We are told at the beginning of the story that Framton Nuttel is undergoing a "nerve cure" by spending time in the country. The only other details of his ailments are those he gives to Mrs. Sappleton.
"The doctors agree in ordering me complete rest, an absence of mental excitement, and avoidance of anything in the nature of violent physical exercise," announced Framton, who laboured under the tolerably widespread delusion that total strangers and chance acquaintances are hungry for the least detail of one's ailments and infirmities, their cause and cure."
The author gives us this information about Nuttel's ailments because the ending will be all the more hilarious when we see that he is getting just the opposite of what the doctors wanted him to find in the country. He is not getting "complete rest" because he has to run for his life. He is not getting "an absence of mental excitement" because the precocious Vera's story has resulted in more excitement than he has probably ever experienced before. He is not avoiding "anything in the nature of violent physical exercise" because he goes running out of the house and up the road thinking the ghosts are after him.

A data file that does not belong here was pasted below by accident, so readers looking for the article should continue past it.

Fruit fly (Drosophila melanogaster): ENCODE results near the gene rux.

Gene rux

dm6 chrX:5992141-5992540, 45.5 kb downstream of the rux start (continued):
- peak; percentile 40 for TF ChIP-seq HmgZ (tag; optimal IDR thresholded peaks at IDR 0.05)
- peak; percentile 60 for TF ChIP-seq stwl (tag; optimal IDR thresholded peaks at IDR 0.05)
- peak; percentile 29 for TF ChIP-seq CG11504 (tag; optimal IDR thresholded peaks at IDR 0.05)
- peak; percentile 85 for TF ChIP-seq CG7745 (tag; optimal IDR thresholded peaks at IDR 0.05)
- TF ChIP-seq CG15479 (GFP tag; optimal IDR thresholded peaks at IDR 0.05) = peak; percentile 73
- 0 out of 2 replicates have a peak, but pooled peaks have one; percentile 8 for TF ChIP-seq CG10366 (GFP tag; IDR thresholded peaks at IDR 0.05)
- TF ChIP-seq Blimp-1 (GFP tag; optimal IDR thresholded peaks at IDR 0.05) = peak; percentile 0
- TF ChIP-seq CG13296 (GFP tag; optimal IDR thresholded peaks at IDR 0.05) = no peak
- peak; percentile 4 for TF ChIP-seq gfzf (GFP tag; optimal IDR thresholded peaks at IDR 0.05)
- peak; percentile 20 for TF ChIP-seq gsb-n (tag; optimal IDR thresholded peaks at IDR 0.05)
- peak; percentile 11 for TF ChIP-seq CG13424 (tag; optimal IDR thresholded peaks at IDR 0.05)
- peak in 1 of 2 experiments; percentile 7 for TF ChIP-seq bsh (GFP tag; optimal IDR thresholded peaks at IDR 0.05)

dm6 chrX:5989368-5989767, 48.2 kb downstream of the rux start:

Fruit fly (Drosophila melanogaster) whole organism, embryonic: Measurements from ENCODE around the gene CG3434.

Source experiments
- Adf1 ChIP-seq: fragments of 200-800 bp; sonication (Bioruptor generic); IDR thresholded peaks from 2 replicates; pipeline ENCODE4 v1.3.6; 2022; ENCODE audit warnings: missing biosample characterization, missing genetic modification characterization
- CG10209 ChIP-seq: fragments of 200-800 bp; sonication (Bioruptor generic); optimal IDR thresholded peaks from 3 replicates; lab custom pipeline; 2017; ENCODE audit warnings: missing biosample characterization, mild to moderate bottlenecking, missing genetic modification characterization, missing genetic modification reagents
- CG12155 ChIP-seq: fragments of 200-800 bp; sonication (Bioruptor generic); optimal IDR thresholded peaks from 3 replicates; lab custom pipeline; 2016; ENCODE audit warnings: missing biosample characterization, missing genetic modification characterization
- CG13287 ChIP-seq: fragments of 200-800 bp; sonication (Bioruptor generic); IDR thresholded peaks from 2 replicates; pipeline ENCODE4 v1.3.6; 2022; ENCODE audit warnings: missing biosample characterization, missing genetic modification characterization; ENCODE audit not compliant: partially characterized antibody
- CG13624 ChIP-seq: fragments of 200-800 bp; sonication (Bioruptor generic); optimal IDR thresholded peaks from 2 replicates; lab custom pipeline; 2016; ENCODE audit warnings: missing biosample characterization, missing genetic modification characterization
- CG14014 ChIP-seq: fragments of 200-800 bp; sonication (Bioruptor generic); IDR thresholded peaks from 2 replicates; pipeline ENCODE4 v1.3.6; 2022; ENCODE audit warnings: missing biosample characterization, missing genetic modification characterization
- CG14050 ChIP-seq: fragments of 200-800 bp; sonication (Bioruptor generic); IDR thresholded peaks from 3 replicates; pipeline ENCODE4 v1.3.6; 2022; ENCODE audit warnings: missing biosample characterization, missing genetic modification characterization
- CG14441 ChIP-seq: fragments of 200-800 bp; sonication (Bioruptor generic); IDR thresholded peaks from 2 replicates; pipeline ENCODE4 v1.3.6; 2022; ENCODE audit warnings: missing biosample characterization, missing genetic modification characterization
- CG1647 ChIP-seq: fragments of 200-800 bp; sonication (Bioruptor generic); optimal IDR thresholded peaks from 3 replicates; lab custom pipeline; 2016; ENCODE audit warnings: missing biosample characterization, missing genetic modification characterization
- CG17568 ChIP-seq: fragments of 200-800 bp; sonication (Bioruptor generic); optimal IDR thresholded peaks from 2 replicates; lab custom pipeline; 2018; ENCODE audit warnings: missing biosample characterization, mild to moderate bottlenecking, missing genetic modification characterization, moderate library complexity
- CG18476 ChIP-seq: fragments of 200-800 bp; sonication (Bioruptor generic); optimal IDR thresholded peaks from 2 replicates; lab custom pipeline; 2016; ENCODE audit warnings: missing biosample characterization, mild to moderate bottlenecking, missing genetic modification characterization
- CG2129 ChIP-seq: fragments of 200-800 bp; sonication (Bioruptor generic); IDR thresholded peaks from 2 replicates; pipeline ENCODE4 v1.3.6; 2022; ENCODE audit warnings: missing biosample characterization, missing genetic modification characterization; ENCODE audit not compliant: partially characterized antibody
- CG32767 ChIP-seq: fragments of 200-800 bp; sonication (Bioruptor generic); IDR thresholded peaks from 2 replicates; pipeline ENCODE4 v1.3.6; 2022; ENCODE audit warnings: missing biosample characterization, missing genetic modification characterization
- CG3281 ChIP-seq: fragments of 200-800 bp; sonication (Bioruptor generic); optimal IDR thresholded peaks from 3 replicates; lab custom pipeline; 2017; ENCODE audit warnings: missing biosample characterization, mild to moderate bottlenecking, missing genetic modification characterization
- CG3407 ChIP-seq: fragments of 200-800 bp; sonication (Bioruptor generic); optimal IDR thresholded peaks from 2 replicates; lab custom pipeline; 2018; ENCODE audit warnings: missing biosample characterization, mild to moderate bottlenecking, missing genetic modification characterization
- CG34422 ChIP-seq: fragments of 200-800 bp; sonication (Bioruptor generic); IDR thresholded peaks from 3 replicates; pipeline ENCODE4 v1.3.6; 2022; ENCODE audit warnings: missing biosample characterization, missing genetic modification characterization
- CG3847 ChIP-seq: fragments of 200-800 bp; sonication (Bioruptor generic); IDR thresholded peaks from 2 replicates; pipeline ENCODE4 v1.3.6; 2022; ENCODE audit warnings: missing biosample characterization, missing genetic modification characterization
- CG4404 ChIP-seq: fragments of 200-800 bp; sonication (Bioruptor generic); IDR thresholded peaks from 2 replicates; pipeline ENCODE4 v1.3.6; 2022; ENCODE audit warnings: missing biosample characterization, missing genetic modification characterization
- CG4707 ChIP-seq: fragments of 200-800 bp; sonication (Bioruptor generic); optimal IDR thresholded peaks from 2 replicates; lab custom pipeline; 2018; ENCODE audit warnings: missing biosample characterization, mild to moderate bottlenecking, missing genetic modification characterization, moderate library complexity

Framton grabbed wildly at his stick and hat; the hall door, the gravel drive, and the front gate were dimly noted stages in his headlong retreat. A cyclist coming along the road had to run into the hedge to avoid imminent collision.
The author has no sympathy for Nuttel. Neither does young Vera. They see him as a neurotic and a hypochondriac who has nothing really the matter with him. Mrs. Sappleton simply sees him as a bore. Perhaps his experience at this peaceful English country home will do him more good than "complete rest, an absence of mental excitement, and avoidance of anything in the nature of violent physical exercise." At any rate, he will be unlikely to intrude on any more strangers with his letters of introduction.